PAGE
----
Traits of the Best Alexa Skills
The secret of building a perfect Alexa skill is to create something that people will use every day. Having examined the best Alexa skills, Amazon found out that they share the following qualities:
- A good Alexa skill not only offers a more convenient solution than the existing method(s) but combines the convenience with speed.
- The skill sets clear expectations on its abilities.
- The interaction flows smoothly, and no ambiguity hinders users from moving forward to achieve their goal.
- Using an Alexa skill should feel like speaking with a nice person. Users need to talk to Alexa naturally and spontaneously. She must understand most requests and either execute the command or inform the user why she can’t do it.
- Skills that provide fresh content tend to drive more regular usage over time; skills that don’t offer new facts or questions don’t see consistent engagement.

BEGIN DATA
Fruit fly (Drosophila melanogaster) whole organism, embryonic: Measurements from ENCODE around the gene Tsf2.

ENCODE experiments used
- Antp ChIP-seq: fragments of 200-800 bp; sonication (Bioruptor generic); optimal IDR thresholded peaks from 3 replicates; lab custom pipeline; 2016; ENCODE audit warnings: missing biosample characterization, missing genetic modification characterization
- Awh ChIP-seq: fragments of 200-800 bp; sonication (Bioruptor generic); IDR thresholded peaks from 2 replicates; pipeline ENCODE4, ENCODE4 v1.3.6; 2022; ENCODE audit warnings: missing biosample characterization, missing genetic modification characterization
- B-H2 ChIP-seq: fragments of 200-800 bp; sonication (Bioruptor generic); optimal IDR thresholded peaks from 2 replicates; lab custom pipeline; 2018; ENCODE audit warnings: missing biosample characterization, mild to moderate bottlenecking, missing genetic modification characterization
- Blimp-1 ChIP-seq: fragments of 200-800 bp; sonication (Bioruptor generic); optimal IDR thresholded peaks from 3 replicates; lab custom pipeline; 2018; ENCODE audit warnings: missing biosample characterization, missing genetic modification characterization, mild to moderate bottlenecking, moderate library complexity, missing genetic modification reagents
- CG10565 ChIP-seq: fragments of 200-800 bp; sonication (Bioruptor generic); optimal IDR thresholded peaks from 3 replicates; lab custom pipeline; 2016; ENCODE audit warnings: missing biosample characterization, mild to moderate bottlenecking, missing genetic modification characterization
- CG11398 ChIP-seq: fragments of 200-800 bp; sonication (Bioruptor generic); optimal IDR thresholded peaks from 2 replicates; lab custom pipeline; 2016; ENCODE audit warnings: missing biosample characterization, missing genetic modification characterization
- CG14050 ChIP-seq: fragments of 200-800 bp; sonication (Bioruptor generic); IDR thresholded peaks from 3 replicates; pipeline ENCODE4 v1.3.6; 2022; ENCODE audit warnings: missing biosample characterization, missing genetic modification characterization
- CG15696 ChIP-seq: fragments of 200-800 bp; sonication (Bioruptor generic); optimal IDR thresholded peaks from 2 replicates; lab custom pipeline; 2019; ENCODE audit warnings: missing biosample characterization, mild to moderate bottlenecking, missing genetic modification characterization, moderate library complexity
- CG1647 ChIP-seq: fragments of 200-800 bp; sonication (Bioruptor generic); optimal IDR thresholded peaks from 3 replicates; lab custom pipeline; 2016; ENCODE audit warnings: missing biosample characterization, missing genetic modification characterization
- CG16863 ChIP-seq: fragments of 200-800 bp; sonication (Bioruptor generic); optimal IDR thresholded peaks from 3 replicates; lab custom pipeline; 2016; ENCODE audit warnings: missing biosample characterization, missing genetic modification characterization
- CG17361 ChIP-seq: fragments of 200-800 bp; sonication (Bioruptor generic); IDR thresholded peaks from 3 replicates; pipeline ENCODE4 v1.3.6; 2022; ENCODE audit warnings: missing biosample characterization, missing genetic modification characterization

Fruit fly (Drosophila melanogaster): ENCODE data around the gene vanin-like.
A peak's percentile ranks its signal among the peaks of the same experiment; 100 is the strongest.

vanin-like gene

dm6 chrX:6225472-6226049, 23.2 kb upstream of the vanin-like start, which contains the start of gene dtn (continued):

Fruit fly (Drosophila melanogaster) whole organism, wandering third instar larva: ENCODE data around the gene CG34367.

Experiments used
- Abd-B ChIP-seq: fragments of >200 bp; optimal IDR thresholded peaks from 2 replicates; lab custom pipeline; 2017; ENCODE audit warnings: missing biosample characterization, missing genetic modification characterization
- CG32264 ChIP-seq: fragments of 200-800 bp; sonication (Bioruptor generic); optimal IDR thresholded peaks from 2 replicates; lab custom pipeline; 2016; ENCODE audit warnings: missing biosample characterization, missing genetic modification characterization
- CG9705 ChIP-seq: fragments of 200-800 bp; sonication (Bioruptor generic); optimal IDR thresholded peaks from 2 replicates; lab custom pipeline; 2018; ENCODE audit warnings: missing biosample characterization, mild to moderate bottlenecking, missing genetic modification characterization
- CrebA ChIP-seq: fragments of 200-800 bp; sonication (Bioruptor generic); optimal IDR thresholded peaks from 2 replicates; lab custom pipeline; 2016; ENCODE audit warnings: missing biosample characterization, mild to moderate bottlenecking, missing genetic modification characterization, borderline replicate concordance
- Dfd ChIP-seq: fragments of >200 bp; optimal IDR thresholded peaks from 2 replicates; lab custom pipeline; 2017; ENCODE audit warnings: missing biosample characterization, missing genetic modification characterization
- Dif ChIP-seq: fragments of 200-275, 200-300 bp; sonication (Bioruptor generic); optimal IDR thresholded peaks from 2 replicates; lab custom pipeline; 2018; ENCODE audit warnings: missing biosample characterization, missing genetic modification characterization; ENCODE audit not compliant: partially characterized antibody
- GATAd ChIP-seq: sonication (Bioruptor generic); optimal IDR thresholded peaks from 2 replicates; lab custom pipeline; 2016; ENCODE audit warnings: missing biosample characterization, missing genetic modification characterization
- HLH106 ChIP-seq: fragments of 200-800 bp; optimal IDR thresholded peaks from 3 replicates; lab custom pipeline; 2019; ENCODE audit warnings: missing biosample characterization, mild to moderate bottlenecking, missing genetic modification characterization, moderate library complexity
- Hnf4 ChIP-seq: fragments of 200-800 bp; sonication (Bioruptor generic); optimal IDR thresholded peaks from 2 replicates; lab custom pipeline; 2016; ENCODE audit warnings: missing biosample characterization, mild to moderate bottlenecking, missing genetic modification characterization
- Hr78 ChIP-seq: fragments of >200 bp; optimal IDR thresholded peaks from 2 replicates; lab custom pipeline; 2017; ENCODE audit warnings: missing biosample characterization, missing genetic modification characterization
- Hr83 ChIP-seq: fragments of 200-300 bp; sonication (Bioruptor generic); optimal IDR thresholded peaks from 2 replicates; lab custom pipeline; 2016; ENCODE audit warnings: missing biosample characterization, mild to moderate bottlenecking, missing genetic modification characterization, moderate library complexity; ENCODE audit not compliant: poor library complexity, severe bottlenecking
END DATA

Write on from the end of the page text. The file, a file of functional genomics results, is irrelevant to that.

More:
- Users must be able to interact with Alexa regardless of their location or the device they are talking to. The voice experience must work as consistently and reliably as the core Alexa experience.
- An intuitive, natural to say and memorable name of the skill is important. It shouldn’t be longer or more difficult to pronounce than a similar skill’s name.
For an excellent customer experience, skills must incorporate each of these qualities. The next chapter gives some practical tips on how to do that.
Tips for Success
A thorough target audience research is indispensable. Start with the following questions:
- Who are the target users?
- How do they use Alexa in their everyday lives?
- What is their issue that is related to your core product that an Alexa app can solve?
- What Alexa capabilities can be leveraged for that purpose?
Choosing the use case for Alexa, start focusing on the higher utility level. “Doing” or “searching” capabilities will provide your customers with the easiest access to services or information.
Skills that control multiple smart home appliances are the best example of an existing “doing” experience made better with voice. Other handy categories seem to deal with audio, food, travel, education, health and fitness, productivity, and games. Skills that provide value while seamlessly fitting into a customer’s routine are the best. Try to combine Alexa’s abilities to solve a real-world problem with the power of your product or service.